Why Iron Mountain is a Top Dividend Stock: A Yield of 6.3%
Today’s article touches on one of the big things I look for in a top dividend stock: recurring revenue.
As regular readers know, I’m dedicated to finding stocks that distribute stable, steady, and growing dividends. And there’s no easier way for a business to do that than by having recurring revenue.
What do I mean by “recurring?” And how does it differentiate from sales of a typical business? Well, a good definition of recurring revenue is simply revenue that is very likely to keep happening. Prime examples are our cell phone, utility, and cable bills, which we are required to pay off monthly or annually.
Once these service providers “lock up” a customer, they have a claim to their cash for a prolonged period of time.
Now, contrast that with a company that sells products on a one-time basis–you know, like a restaurant or jewelry store. Once we pay for our food or diamond ring, that’s it. It’s up to the company to get us back into the store.
As you might have guessed, things are much easier for companies that have recurring revenue. And today, I’m highlighting one of my favorites: record storage company Iron Mountain Incorporated (Delaware) REIT (NYSE:IRM).
Climbing the Iron Mountain
If you aren’t familiar with Iron Mountain, it is a real estate investment trust (REIT) focused on the storage of physical records. It stores these records across a massive amount of real estate: more than 1,400 facilities around the world, representing about 86.2-million square feet. Basically, Iron Mountain leases out “storage space” for companies that are required to keep and maintain physical records.
Now, I know what you’re thinking: “with the whole world going paperless these days, how can a business like Iron Mountain’s be a top dividend stock?” Well, let me explain.
See, a great deal of Iron Mountain’s business is generated because of legislative requirements. Simply put, corporations will always be required by law to not only create, but to maintain certain documents for a given period of time. And when the documents are based on sensitive personal information, the laws are even tougher.
Remember, even large corporations have a limited amount of space and security. And since those same corporations are often required to keep certain records for years, it only makes sense to store them at trusted facilities.
And that’s where the real, recurring beauty of Iron Mountain’s business model lies. Whereas self-storage companies rent out their lockers to individuals like us on a month-to-month basis, Iron Mountain’s average lease is for three years. Furthermore, the typical item stored in one of the company’s facilities has been there for an average of 15 years. Now that’s what I call a recurring business model.
But has Iron Mountain’s durability actually translated into strong results of late?
Well, in Q1, revenue jumped 25% to $939.0 million. Meanwhile, new volume from existing customers clocked in at more than 34-million cubic feet; that’s consistent with growth in years past. Moreover, the company managed to reduce its operating expenses (as a percentage of that revenue) about 100 basis points from the year-ago period.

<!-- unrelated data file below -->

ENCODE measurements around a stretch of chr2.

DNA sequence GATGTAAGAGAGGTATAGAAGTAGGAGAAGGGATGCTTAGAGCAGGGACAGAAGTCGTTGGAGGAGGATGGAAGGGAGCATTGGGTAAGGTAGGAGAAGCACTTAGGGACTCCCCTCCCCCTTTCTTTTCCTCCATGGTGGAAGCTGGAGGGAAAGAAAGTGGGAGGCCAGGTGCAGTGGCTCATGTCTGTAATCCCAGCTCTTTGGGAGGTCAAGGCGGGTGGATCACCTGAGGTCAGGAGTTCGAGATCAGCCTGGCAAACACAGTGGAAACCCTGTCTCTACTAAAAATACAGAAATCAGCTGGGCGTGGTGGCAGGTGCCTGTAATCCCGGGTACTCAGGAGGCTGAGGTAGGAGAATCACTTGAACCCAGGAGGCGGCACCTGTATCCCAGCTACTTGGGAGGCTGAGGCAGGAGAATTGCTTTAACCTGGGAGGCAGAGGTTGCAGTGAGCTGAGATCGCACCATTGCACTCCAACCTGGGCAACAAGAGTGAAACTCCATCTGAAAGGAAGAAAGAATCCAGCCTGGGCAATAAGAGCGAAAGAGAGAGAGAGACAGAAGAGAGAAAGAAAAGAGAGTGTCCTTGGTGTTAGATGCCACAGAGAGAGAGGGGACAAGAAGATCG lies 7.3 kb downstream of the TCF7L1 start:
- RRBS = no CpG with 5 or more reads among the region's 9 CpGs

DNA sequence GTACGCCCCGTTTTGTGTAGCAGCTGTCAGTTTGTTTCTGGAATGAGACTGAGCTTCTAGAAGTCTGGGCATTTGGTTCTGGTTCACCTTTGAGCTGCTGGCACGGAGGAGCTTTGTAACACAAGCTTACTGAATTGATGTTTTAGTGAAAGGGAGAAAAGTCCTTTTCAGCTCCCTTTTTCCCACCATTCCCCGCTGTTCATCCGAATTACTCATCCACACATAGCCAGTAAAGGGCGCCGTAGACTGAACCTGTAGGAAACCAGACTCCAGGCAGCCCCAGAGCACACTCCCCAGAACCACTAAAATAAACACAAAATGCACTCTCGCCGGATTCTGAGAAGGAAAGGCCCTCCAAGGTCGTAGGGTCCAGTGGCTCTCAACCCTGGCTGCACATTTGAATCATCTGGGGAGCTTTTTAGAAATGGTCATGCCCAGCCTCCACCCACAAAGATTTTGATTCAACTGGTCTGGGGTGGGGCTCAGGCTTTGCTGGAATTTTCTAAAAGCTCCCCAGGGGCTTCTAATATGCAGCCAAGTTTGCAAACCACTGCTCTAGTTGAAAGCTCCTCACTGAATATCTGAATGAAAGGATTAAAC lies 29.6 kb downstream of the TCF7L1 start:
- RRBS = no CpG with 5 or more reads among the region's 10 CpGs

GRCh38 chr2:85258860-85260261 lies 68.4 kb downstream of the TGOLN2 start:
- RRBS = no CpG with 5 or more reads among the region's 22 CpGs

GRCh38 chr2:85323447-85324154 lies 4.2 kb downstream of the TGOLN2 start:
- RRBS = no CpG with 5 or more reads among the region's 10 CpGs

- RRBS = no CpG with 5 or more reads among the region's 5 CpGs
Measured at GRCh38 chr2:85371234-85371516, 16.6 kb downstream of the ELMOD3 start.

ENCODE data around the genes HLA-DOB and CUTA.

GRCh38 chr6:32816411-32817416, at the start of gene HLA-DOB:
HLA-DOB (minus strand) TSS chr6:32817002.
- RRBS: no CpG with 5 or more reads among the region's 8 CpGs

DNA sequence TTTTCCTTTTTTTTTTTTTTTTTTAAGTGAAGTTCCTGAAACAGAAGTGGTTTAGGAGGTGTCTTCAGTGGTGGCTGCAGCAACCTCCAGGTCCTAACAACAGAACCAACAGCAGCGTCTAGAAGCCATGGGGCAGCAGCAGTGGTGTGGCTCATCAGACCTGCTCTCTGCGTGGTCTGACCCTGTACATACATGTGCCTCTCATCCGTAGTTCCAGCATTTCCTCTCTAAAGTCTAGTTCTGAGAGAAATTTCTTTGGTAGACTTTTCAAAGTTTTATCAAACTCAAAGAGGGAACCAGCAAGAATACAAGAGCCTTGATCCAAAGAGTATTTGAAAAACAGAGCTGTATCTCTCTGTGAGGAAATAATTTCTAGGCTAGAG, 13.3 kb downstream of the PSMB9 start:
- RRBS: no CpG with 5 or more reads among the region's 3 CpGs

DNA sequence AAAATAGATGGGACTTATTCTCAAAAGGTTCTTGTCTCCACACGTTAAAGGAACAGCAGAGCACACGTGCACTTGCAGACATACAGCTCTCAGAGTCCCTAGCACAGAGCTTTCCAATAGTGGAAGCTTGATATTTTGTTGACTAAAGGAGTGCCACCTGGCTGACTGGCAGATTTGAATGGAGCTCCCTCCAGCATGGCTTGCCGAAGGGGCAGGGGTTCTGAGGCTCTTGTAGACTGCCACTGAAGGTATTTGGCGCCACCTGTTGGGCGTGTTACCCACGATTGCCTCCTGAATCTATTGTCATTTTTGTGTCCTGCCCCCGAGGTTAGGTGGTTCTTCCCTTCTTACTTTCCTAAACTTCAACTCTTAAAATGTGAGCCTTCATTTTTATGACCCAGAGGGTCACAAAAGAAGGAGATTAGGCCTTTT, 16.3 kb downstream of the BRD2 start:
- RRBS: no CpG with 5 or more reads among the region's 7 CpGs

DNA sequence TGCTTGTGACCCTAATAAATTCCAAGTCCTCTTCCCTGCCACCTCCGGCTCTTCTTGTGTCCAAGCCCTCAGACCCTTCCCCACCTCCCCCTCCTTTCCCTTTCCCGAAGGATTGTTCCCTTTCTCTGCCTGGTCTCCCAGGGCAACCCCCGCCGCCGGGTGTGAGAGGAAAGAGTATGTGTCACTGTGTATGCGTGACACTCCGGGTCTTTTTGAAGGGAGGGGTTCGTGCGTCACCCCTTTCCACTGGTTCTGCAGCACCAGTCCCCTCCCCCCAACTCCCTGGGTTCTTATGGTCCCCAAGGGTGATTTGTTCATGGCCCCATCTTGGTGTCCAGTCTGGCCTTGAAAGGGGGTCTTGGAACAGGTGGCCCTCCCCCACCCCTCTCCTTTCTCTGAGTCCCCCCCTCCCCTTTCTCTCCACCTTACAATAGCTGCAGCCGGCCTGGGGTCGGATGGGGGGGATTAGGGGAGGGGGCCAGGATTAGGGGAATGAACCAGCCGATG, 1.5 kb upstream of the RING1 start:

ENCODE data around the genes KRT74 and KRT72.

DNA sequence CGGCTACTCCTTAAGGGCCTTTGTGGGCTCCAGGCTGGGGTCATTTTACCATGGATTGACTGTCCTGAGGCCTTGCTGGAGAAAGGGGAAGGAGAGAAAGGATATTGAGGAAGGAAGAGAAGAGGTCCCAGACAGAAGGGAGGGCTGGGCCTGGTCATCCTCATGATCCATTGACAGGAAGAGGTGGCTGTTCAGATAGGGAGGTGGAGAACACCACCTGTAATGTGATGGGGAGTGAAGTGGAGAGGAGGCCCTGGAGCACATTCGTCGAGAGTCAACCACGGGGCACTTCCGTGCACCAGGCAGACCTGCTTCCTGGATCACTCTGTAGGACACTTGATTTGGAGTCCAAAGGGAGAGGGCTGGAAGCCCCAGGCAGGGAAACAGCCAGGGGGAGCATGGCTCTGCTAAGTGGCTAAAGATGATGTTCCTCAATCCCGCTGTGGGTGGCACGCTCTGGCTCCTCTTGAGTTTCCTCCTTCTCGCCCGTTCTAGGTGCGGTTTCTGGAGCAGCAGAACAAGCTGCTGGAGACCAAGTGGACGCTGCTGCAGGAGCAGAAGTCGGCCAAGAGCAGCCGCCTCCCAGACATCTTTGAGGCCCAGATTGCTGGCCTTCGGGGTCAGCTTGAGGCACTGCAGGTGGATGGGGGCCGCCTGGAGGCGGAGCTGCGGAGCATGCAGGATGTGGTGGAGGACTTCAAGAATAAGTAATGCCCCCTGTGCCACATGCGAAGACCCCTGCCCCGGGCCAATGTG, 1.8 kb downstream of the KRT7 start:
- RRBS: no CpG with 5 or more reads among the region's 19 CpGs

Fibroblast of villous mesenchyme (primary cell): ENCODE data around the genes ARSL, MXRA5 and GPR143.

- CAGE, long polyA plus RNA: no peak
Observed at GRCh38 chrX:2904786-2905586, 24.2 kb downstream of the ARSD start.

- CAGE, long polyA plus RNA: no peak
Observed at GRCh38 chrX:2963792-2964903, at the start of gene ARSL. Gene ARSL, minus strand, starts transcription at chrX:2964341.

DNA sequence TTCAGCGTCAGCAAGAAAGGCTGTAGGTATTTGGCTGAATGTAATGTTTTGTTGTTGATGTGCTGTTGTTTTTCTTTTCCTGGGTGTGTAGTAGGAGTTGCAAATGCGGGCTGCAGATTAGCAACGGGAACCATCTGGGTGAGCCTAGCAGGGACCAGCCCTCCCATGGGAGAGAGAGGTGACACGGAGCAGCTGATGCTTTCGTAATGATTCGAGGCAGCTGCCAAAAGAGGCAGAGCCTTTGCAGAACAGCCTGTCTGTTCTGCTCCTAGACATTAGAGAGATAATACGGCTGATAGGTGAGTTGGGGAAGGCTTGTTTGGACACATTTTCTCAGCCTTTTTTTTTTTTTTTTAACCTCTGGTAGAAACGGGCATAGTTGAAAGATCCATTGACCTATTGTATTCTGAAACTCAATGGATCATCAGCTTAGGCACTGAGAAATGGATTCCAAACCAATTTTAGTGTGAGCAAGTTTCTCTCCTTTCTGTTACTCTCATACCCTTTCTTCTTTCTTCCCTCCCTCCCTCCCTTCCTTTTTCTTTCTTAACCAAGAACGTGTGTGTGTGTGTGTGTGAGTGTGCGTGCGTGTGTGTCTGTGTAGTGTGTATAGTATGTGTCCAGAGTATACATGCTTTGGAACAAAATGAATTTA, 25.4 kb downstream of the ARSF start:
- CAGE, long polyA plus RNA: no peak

So not only does Iron Mountain’s net volume look to be improving, but its pricing power and cost structure seem to be as well. That’s a great thing to see.
And if those numbers weren’t encouraging enough, revenue from emerging markets now represents nearly 20% of Iron Mountain’s revenue. That’s a big bump from 10% just three years ago.
“We are particularly pleased by the strong top line growth seen across the business,” said CEO Bill Meaney in a conference call with analysts. “We also continue to demonstrate progress in building positive momentum in the service side of the business as we grow new offerings.” (Source: “Iron Mountain (IRM) Q1 2017 Results – Earnings Call Transcript,” Seeking Alpha, April 27, 2017.)
Iron Cash Flows
Of course, what we really demand as income investors is steady cash flow. After all, a recurring business model doesn’t mean much if it doesn’t directly fuel stable dividend payments. Here, the news is also good for Iron Mountain shareholders.
In Q1, for example, adjusted funds from operations (AFFO)–the cash flow metric of choice with REITs–clocked in at a robust $179.0 million. And thanks to the strength of that cash flow, Iron Mountain was recently able to bump its quarterly dividend by 13%. In fact, the company has grown its total annual dividend payment (including special distributions) from just $300.0 million in 2013 to a whopping $2.2 billion in 2016.
With both revenue and AFFO expected to increase in the double digits over the next year, Iron Mountain should continue to be a top dividend stock for quite some time.
“We continue to maintain our focus on driving volume growth, whilst also beginning to realize some improvement in pricing through revenue management efforts,” Meaney continued. (Source: Ibid.)
Top Dividend Stock at a Solid Price
Let’s now take a look at Iron Mountain’s stock price. Surprisingly, it has underperformed by quite a large margin over the past year:
Worries about the growing digitization of record keeping are weighing on the stock. But as I touched on earlier, I believe those concerns are largely overblown.
In fact, IRM stock now boasts a rather juicy dividend yield of 6.3%. That is well above the S&P 500 average yield of 2.1%, as well as its own five-year average of about four percent.
Given the company’s bright outlook, I’d expect those spreads to narrow over time.
The Bottom Line on Iron Mountain
There you have it, just a few reasons I believe Iron Mountain is a top dividend stock.
As always, don’t view this article as a formal recommendation. Instead, see it as a jump-off point for further research.
With that said, Iron Mountain’s recurring revenue stream makes it a particularly attractive income candidate.